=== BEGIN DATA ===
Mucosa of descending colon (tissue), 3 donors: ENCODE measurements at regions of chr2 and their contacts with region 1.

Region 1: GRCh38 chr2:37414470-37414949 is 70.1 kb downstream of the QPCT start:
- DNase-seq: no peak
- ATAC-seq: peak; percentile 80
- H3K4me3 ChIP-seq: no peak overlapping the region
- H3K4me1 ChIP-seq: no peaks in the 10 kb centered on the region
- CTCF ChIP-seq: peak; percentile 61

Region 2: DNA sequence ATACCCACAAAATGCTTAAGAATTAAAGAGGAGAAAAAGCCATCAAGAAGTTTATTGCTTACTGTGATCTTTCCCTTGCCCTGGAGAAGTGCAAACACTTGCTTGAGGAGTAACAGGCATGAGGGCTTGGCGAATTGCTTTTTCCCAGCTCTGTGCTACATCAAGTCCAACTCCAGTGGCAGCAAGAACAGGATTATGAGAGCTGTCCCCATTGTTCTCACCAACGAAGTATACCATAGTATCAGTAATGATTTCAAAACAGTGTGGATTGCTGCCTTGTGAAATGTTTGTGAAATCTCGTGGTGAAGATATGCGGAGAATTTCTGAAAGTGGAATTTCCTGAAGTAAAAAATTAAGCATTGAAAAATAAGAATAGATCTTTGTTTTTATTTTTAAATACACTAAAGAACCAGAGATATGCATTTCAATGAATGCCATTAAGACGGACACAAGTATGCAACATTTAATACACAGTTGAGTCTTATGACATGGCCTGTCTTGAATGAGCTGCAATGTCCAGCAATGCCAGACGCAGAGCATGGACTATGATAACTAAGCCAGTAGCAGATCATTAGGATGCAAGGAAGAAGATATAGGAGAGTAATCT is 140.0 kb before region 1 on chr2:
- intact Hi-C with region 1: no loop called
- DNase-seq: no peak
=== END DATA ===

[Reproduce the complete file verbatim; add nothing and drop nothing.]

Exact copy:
Mucosa of descending colon (tissue), 3 donors: ENCODE measurements at regions of chr2 and their contacts with region 1.

Region 1: GRCh38 chr2:37414470-37414949 is 70.1 kb downstream of the QPCT start:
- DNase-seq: no peak
- ATAC-seq: peak; percentile 80
- H3K4me3 ChIP-seq: no peak overlapping the region
- H3K4me1 ChIP-seq: no peaks in the 10 kb centered on the region
- CTCF ChIP-seq: peak; percentile 61

Region 2: DNA sequence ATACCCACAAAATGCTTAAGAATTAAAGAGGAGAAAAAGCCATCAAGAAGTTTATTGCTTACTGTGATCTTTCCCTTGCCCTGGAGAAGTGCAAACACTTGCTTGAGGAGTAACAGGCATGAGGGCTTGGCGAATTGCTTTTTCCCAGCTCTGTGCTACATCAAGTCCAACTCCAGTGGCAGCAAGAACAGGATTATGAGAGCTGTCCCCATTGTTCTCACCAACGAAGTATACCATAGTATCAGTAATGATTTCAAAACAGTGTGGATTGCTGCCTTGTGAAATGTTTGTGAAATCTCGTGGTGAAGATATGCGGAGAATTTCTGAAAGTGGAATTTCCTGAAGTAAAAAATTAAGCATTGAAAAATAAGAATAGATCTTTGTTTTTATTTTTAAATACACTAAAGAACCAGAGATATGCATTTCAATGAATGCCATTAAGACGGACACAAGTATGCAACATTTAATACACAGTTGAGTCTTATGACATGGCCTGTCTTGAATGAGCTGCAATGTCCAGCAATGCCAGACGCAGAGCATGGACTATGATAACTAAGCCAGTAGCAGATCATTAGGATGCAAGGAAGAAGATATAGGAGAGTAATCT is 140.0 kb before region 1 on chr2:
- intact Hi-C with region 1: no loop called
- DNase-seq: no peak